The first stage of labor was defined as the time between 3 cm cervical dilation with regular uterine contractions until complete dilation (10 cm). The second stage of labor was defined as the time between fully dilated cervix and delivery. The term ‘duration of labor’ is used for stages 1 and 2 combined.

    The data were normally distributed, and we calculated mean and SD. Potential determinants of duration of labor, identified by Pearson correlation tests, were tested in a multivariate model. Those with p-values < 0.25 were included in a multiple linear regression analysis. Backward multiple linear regressions with removal probability set to 0.10 was used for final selection of independent variables in the analysis. Final determinants were: (i) epidural analgesia during labor, (ii) stimulation during labor, (iii) birthweight, and (iv) maternal age and height. Maternal weight was not among the final determinants (p>0.25). A significance level of 5% was chosen. The criteria for performing regression analysis were fulfilled. SPSS version 14.02 (SPSS Inc. Headquarters, Chicago, IL, USA) was used for all analysis.


    Nineteen of the 59 women did not start labor spontaneously (induced or elective cesarean section) and were according to protocol excluded from the analysis. The mean (SD) maternal age, height, weight at gestational weeks 14–16 and 35–37, and BMI at gestational weeks 14–16 were 30.3 (3.9) years, 169 (5.0) cm, 67.1 (8.0) kg, 76.5 (8.6) kg, and 23.5 (2.4) kg/m2, respectively. They did not differ from the remaining ‘STORK’ participants (15) with respect to maternal age, BMI, physical fitness, educational level, marital status, parity, gestational age at delivery, or birthweight. There were no breech deliveries, but one emergency cesarean section and 12 instrumental deliveries (forceps/vacuum). Thirteen women needed epidural analgesia, whereas 23 women were stimulated with oxytocin and 15 by amniotomy during labor. Epidural analgesia, stimulation with oxytocin/amniotomy or mode of delivery (vaginal/emergency cesarean section) did not effect VO2max (p>0.05). Maternal weight was not related to duration of labor (p>0.25).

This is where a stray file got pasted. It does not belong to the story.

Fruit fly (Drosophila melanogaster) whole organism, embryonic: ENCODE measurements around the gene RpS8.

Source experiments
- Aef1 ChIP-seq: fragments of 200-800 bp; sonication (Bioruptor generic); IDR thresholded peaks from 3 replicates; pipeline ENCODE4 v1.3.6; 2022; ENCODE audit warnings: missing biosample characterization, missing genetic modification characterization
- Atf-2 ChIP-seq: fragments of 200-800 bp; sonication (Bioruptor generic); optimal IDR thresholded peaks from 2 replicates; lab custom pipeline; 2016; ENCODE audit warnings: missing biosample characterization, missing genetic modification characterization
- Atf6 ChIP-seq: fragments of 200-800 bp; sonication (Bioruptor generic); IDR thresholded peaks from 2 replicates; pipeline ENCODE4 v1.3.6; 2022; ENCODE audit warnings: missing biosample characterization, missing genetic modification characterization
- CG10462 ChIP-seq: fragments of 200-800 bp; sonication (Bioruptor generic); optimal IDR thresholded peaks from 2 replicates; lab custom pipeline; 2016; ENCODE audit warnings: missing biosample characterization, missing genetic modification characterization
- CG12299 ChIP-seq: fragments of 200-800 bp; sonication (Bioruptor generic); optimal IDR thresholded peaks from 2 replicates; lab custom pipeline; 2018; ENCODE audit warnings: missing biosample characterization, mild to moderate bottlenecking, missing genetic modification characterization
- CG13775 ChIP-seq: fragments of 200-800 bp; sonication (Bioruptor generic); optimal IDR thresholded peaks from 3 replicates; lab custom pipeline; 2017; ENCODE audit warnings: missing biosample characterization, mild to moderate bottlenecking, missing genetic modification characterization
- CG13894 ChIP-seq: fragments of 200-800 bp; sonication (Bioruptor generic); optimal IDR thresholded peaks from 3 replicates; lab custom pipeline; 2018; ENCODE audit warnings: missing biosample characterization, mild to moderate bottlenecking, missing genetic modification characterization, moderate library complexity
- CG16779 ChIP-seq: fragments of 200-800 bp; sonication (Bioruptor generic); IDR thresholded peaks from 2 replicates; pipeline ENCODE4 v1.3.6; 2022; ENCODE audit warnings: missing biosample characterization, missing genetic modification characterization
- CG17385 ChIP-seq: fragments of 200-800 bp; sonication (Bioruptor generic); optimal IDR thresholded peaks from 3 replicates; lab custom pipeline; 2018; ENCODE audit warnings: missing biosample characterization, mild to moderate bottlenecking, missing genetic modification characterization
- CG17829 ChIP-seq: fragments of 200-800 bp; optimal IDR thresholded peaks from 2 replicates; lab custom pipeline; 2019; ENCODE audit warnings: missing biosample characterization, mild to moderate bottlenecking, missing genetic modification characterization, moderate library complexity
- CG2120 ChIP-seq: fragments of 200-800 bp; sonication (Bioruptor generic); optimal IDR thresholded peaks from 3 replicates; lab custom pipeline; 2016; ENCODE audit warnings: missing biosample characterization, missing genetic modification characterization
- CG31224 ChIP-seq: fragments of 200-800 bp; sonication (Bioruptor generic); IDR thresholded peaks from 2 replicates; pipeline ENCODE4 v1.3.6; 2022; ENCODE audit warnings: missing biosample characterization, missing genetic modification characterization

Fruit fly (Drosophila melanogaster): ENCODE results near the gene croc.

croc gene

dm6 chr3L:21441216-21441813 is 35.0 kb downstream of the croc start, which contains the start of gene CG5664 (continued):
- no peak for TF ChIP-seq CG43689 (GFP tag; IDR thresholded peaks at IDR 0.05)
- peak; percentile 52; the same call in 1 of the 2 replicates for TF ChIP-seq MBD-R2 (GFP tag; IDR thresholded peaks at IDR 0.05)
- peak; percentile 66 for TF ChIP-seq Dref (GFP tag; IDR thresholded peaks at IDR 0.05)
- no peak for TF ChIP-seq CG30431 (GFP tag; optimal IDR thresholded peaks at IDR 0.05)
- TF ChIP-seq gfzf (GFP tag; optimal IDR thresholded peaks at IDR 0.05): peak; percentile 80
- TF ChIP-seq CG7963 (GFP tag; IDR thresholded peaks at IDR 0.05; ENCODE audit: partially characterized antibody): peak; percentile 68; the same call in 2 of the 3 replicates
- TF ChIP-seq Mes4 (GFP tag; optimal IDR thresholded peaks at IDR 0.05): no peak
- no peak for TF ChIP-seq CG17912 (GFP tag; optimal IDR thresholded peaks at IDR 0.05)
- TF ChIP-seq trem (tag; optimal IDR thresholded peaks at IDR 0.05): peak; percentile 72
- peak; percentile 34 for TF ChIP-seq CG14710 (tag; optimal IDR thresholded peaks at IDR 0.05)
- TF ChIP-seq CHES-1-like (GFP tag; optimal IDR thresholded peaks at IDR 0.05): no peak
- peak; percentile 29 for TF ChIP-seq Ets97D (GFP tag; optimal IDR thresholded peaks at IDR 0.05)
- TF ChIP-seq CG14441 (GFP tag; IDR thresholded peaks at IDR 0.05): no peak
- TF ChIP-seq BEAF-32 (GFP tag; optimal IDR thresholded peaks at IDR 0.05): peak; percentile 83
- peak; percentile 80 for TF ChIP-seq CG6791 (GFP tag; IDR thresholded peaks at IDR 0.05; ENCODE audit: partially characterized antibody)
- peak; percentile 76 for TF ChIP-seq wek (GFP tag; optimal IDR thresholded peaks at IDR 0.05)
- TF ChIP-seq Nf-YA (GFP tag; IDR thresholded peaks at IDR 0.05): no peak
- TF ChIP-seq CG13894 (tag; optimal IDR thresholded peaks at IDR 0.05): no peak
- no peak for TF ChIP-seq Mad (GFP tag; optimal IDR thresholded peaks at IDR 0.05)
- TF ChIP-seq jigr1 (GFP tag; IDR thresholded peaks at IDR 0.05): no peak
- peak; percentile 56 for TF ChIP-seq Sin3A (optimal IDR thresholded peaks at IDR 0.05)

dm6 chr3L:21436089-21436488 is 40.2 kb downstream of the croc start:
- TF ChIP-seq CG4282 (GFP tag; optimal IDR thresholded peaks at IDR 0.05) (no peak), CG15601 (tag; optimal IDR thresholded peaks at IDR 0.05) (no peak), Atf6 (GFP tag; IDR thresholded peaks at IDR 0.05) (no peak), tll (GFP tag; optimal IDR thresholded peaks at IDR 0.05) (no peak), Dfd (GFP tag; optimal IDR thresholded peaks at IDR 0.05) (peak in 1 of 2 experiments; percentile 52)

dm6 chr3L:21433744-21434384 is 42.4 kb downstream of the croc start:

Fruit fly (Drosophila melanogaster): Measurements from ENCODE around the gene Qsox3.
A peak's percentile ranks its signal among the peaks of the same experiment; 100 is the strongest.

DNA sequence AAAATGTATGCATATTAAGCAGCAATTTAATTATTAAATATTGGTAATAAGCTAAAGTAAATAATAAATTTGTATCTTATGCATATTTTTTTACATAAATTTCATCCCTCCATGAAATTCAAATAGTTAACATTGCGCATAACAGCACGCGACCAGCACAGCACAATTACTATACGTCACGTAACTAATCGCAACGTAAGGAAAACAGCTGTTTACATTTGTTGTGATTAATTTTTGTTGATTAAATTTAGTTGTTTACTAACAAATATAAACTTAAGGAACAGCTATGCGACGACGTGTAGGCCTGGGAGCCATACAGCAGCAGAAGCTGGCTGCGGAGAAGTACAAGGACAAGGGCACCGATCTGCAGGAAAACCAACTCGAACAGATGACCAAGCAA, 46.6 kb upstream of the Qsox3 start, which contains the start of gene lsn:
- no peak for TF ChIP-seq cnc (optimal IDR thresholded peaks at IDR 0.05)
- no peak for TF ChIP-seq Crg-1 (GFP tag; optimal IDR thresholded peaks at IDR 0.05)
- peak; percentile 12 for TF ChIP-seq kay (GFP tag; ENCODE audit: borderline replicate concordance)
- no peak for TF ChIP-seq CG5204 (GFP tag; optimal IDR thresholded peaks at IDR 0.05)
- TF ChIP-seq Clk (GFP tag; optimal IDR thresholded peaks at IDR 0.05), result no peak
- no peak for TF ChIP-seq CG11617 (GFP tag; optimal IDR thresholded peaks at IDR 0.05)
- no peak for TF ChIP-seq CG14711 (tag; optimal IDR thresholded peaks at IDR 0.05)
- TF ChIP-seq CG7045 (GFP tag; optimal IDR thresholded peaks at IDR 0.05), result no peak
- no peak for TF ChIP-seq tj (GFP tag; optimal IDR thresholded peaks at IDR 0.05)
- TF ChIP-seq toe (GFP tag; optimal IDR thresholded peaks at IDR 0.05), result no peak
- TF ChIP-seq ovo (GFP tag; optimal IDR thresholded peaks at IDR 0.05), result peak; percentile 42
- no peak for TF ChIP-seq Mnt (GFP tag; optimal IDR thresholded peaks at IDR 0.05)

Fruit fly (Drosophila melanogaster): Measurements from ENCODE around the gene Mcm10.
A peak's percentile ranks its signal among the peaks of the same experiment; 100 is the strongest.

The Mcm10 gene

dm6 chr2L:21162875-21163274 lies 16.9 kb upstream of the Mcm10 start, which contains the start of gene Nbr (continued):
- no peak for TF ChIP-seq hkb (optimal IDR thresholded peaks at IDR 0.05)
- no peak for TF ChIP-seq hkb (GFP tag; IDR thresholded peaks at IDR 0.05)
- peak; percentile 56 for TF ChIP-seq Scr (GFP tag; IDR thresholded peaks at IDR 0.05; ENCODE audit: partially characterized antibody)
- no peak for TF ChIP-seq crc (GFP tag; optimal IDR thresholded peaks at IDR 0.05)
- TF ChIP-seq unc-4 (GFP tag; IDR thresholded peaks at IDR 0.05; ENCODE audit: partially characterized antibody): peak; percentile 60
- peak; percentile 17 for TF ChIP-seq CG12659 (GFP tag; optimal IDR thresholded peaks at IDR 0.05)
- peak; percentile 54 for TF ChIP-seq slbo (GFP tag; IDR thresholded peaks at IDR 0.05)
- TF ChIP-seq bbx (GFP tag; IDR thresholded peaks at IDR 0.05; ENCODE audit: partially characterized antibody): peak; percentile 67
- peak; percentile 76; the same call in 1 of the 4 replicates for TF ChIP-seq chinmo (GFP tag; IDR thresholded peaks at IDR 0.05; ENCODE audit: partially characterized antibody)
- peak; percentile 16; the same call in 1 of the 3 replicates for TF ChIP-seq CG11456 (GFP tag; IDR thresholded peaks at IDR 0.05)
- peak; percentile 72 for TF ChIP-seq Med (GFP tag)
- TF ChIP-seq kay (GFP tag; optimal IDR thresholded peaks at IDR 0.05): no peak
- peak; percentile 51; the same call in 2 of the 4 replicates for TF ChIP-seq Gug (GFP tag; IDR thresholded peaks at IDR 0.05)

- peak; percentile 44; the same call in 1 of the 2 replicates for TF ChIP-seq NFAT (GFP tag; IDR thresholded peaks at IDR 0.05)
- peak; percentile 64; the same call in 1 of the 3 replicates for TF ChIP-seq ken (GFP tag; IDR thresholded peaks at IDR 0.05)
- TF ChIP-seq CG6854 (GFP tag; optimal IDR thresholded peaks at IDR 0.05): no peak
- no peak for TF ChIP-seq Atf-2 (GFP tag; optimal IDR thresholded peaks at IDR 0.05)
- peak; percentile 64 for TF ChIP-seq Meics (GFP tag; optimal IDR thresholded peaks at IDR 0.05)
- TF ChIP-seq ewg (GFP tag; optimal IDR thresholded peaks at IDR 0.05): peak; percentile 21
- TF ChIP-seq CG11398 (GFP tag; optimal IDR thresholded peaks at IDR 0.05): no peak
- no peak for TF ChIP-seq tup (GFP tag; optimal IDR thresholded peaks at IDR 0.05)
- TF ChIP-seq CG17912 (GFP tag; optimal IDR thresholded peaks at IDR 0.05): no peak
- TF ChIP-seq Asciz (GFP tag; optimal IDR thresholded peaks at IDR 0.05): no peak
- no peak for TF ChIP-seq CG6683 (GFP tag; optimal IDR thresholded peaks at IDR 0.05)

Table I shows exercise and labor-related variables and birthweights. Univariate analysis showed no association between VO2max and duration of labor (data not shown). Table II shows the results of the multiple regression analysis in two models, one in which any stimulation of labor was excluded (Model 1) and one in which it was included (Model 2). Both models showed a significant association between VO2max and duration of labor (p = 0.034 and 0.047, respectively). This indicates that an increase in maximal oxygen uptake of 0.1 L/min (corresponding to 5% increase), would reduce the duration of labor with on average 33 min (Model 1) and 28 min (Model 2).